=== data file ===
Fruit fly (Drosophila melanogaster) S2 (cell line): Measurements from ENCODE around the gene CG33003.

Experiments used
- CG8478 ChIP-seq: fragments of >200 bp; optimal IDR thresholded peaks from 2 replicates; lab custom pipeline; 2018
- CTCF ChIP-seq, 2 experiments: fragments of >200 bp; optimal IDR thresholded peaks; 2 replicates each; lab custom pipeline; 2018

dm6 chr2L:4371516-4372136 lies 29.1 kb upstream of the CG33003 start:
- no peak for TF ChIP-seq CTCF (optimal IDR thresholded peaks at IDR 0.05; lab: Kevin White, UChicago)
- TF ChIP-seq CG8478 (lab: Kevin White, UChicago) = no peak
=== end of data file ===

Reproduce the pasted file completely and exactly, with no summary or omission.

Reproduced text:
Fruit fly (Drosophila melanogaster) S2 (cell line): Measurements from ENCODE around the gene CG33003.

Experiments used
- CG8478 ChIP-seq: fragments of >200 bp; optimal IDR thresholded peaks from 2 replicates; lab custom pipeline; 2018
- CTCF ChIP-seq, 2 experiments: fragments of >200 bp; optimal IDR thresholded peaks; 2 replicates each; lab custom pipeline; 2018

dm6 chr2L:4371516-4372136 lies 29.1 kb upstream of the CG33003 start:
- no peak for TF ChIP-seq CTCF (optimal IDR thresholded peaks at IDR 0.05; lab: Kevin White, UChicago)
- TF ChIP-seq CG8478 (lab: Kevin White, UChicago) = no peak